Hartford baseball gets hot on a warm night

By TRIS WYKES

Valley News Staff Writer

Published: 04-15-2023 8:56 PM

WHITE RIVER JUNCTION, Vt. — The Hartford High baseball team won its opener Thursday night at the Maxfield Sports Complex under slightly strange circumstances.

Take the weather at first pitch — roughly 70 degrees. One attendee arrived wearing a winter coat and was heckled by friends in T-shirts and shorts who were enjoying the unseasonably warm evening.

The Hurricanes won, 2-1, despite being one-hit by Patriots hurler Colby Granger. What might have been the nonleague contest’s deciding play wasn’t even viewed by Hartford head coach Bill Vielleux, who was ducking for cover when MAU batter Aaron Whitman swung and lost the grip on his bat during the sixth inning.

“I wish I would have seen what happened, but I was running away,” Vielleux said with a chuckle. “That thing looked like it was headed right for us.”

The bat didn’t go airborne in a lazy arc, instead shooting out of Whitman’s hands on a low angle, skimming over the Hartford dugout’s front lip and landing on a walkway. So sudden and unusual was the sequence that movement on the diamond slowed to a crawl, despite the ball dribbling toward the pitcher’s mound.

Hurricanes pitcher Matt Hayes finally strode forward, hoisted the horsehide and closed in on Patriots runner Nat Greenslet, who had slid to a stop halfway down the third-base line. Hayes’ tag saved a run.

“I think almost everyone thought it was a dead ball, including (Greenslet),” Hayes said, noting that the only shout he heard to make a play came from catcher Sean Dunton. “Thankfully he did, because I never would have grabbed it otherwise.”

Each team went down in order during its next at-bat, allowing the hosts to triumph in their first game since a VPA Division II semifinal loss at Lyndon Institute last June. Hartford was 9-9 last year and is likely to be led this spring by Hayes, who struck out 10 batters while allowing seven hits and an earned run during the first inning.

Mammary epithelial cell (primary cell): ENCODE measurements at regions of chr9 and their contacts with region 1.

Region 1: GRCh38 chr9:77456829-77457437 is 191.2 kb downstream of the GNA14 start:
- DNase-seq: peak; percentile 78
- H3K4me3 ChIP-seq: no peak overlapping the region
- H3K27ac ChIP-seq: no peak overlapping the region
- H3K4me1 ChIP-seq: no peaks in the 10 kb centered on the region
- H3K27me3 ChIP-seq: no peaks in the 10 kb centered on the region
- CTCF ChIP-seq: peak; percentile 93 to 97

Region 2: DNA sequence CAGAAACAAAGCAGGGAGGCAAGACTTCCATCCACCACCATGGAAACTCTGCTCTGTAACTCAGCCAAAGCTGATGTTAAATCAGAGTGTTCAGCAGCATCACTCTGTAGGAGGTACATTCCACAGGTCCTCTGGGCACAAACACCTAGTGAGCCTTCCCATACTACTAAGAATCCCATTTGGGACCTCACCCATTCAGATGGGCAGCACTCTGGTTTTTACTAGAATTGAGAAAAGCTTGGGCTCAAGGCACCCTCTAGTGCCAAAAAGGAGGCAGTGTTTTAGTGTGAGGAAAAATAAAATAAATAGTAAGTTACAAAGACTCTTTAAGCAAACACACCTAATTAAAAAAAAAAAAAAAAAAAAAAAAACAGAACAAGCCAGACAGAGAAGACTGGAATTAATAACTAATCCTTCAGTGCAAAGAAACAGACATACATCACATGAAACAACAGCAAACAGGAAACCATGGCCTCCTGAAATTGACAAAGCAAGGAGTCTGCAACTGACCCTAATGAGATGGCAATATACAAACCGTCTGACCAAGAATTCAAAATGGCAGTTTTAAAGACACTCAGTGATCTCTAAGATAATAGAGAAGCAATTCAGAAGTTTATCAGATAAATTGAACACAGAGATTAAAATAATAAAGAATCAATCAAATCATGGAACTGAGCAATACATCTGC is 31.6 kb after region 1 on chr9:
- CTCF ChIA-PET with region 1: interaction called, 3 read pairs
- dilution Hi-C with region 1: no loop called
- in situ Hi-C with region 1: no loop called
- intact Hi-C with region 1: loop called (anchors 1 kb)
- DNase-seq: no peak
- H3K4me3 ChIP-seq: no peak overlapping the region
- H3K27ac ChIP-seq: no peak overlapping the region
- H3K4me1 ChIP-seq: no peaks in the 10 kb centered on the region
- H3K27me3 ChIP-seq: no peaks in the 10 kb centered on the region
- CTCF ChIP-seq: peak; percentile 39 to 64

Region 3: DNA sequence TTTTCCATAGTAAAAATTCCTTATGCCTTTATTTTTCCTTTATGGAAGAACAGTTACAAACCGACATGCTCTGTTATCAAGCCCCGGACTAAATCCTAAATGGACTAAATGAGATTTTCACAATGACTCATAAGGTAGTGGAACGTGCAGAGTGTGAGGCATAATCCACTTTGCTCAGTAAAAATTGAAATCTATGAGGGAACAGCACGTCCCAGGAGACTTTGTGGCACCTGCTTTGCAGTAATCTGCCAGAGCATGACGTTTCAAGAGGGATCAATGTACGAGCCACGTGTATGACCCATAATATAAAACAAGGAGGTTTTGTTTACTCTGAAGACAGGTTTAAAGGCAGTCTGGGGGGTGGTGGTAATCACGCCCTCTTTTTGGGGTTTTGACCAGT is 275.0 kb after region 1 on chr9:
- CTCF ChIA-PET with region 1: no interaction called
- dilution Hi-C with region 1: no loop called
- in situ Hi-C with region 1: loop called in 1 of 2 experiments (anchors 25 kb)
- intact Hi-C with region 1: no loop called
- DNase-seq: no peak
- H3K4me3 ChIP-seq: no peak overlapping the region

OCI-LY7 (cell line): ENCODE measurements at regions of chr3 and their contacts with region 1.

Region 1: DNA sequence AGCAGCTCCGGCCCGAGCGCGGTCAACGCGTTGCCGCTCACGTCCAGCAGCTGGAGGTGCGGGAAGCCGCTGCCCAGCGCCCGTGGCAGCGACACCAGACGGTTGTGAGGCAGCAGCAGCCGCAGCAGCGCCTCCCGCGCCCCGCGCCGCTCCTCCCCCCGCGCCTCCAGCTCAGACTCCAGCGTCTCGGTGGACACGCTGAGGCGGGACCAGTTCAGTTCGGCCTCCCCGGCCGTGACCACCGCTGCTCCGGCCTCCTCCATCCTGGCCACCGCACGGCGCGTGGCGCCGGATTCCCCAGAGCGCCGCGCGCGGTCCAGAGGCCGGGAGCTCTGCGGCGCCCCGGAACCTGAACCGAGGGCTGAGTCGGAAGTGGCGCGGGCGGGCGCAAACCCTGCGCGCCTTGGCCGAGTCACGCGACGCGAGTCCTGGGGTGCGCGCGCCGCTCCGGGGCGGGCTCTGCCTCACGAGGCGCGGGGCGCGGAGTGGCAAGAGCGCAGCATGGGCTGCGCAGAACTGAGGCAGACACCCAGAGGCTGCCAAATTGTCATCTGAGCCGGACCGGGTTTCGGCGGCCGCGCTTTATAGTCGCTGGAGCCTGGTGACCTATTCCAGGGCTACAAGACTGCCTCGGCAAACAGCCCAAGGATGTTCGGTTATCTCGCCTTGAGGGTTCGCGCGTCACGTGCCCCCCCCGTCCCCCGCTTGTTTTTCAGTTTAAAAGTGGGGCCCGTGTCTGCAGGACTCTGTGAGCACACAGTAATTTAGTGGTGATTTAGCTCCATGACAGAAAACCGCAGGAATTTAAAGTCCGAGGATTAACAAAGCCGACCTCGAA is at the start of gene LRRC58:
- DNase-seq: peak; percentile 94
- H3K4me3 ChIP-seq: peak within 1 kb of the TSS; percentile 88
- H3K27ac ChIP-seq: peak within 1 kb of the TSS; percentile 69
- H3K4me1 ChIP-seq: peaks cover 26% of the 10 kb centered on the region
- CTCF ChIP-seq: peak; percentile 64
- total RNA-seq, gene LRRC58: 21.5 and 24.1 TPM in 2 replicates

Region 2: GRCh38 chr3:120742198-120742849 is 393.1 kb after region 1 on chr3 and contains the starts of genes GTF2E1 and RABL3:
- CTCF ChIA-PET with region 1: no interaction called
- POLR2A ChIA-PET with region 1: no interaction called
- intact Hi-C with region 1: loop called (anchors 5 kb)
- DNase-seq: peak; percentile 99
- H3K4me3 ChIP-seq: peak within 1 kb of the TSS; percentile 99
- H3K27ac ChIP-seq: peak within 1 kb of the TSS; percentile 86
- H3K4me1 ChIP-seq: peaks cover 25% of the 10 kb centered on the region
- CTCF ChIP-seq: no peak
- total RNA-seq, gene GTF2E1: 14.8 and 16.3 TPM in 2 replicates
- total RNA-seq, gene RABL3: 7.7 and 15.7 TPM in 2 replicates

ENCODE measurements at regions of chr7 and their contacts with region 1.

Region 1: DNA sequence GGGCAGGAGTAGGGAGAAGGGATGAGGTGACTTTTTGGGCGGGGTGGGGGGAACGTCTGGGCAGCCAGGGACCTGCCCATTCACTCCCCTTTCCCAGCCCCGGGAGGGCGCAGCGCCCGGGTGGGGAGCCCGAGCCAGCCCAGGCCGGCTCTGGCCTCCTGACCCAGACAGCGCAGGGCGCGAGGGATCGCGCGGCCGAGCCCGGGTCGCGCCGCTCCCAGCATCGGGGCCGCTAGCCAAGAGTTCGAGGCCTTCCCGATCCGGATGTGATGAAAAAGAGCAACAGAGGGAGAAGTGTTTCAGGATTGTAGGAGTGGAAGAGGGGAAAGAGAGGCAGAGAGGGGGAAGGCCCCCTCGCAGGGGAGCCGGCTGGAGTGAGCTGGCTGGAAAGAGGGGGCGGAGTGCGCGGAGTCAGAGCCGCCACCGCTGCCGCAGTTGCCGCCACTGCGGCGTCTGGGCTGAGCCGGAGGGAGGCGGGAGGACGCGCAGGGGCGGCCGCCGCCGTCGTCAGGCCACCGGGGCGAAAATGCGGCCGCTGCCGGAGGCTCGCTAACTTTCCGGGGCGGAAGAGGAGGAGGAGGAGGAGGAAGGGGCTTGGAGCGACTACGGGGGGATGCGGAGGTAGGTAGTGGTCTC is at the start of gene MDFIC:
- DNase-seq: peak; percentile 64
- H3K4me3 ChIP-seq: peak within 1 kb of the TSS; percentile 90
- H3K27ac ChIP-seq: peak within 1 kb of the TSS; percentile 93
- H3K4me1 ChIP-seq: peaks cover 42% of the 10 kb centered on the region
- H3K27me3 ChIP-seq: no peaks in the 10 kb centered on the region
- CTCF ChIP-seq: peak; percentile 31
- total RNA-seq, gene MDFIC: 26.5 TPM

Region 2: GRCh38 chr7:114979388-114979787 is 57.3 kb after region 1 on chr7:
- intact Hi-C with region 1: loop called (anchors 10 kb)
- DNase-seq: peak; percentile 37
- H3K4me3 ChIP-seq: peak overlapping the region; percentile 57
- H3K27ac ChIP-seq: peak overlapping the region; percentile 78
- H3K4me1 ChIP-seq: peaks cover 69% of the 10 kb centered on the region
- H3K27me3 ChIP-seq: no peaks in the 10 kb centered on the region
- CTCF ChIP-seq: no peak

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Hayes walked one batter for a team that played strong defense. An apparent error on a sixth-inning overrun by center fielder Nate Clark wasn’t scored as such by the Hartford dugout.

“The ball took a bad hop on him,” Vielleux said with a hint of a smile.

Clark also threw out a runner at the plate and on the fly during the third inning.

The Hurricanes’ runs came during the third frame. Leadoff man and No. 7 batter Christian Hathorn walked and took second on Trenton Bird’s sacrifice bunt.

Hathorn moved to third on a groundout, then scored when MAU shortstop Tanner Bushee dropped a Zach Johnson grounder and threw away his subsequent attempt to make a play at second base.

“That’s the reason we won,” Hayes said of the double error, which undercut a strong performance by Granger, who allowed one hit and two walks while striking out eight Hurricanes.

Hayes, a strapping lad who also plays soccer and ice hockey, has filled out during the past year, adding bulk to his height and giving batters pause not just with his physique but also his offerings. An above-average fastball is complemented by an outstanding curve, and a half-dozen Patriots swung and missed on third strikes at eye height.

“My control began kind of shaky, but it got better as the game went on,” Hayes said. “I try to set people up so they’re looking for an off-speed pitch, and then I surprise them up high.”

Hartford started only one senior, but Vielleux nonetheless has expectations of another playoff berth.

“Matt’s talented and has a great head on his shoulders, and nothing gets to him,” the coach said, noting that his ace threw 103 pitches, about a dozen fewer than his per-game average last season. “I’m impressed with our mental toughness and making no errors.

“I’m not concerned about our bats right now, because it was the first game. If we can make our own opportunies and not rely on the other team’s errors, we can be a dangerous team.”

Tris Wykes can be reached at twykes@vnews.com.

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